ONS official saving data June 2022

ended 08. June 2022

This morning at 09:30, the Office for National Statistics (HMRC) is publishing its Annual Savings report. It will appear >> here << at 09:30. The report will include statistics on Individual Savings Accounts, Child Trust Funds, and Help to Save accounts. It will also include expanded statistics on Child Trust Funds and Lifetime Individual Savings Accounts. If you'd like the chance to get into the media today, please answer the following questions ASAP once the report is published:

What are your views of the key findings? Just 2-3 short paragraphs  will do.

Are people saving / investing enough right now, or is inflation pulling the rug from under people's plans?

Any other trends you're seeing at the moment when it comes to savings, e.g. are risk-averse savers increasingly switching to equities to keep returns real?

Any other thoughts, jot them down. We will leave this alert open until 11am but the sooner you respond, the more likely you will get media coverage. Ideally respond by 10am.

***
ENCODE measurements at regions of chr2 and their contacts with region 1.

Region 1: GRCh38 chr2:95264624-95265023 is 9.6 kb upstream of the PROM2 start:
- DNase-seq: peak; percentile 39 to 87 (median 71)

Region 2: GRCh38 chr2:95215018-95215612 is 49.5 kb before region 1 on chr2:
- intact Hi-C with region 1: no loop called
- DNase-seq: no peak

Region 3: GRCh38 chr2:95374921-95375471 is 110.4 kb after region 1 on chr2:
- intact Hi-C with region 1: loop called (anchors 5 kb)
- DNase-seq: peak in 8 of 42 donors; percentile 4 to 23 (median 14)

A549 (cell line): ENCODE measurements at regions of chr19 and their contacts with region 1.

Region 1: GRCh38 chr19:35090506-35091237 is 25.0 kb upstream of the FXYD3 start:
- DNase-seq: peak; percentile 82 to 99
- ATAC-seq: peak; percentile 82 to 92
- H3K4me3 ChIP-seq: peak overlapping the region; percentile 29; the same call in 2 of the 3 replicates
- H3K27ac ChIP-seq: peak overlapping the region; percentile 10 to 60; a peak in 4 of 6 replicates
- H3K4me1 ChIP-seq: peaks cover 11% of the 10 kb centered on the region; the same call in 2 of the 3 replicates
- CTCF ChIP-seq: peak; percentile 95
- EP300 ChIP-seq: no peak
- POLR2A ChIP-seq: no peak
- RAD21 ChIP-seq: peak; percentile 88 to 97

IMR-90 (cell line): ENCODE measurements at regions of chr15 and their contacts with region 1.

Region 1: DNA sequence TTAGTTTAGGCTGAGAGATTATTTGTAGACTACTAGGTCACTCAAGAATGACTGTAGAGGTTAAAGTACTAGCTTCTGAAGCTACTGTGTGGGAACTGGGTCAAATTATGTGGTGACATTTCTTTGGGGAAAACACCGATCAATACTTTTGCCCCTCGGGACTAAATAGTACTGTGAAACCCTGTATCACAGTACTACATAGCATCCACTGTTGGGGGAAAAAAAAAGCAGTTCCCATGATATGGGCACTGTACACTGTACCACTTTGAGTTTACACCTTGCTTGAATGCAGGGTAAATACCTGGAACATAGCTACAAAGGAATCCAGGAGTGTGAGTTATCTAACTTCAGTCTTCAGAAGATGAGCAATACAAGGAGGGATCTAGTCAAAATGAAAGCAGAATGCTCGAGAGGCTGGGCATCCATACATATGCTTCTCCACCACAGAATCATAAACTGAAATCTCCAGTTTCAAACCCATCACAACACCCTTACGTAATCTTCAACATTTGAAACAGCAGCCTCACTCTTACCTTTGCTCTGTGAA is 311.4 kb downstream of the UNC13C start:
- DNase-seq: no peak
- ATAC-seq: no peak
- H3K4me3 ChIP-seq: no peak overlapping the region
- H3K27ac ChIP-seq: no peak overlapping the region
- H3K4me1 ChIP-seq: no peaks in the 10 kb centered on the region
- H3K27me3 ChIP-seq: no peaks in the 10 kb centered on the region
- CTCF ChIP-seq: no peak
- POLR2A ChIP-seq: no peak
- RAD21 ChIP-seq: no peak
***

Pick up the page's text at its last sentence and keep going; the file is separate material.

6 responses from the Newspage community

It's great to see the amounts people are putting into Cash ISAs has decreased with people realising that investing in a Stocks & Shares ISA is a much better way to grow and maintain your wealth. Investing and saving were at a high during the pandemic and as people have returned back to normal life, their discretionary spending has increased and therefore the amount invested and saved has decreased. The sensible ones have maintained their monthly or annual contributions and will reap the benefits for many years.
Less money in the family pot, reflected by lower levels of junior and cash ISA savings. As more and more families struggle to pay their daily bills, one of the first things to go is savings, and it appears that yet again the real losers from the economic downturn will be the children with Junior ISA subscriptions down by roughly 6%. We can expect this trend to continue as the cost of living crisis bites this year. In the longer term this will put increased pressure on those from less wealthy backgrounds looking to attend university. Those that are still saving are taking a punt with their savings as stocks and shares ISA savings have increased whilst cash savings are significantly down. Either that or poorer savers are being forced to draw on cash savings whilst the better off take advantage of volatile markets to invest.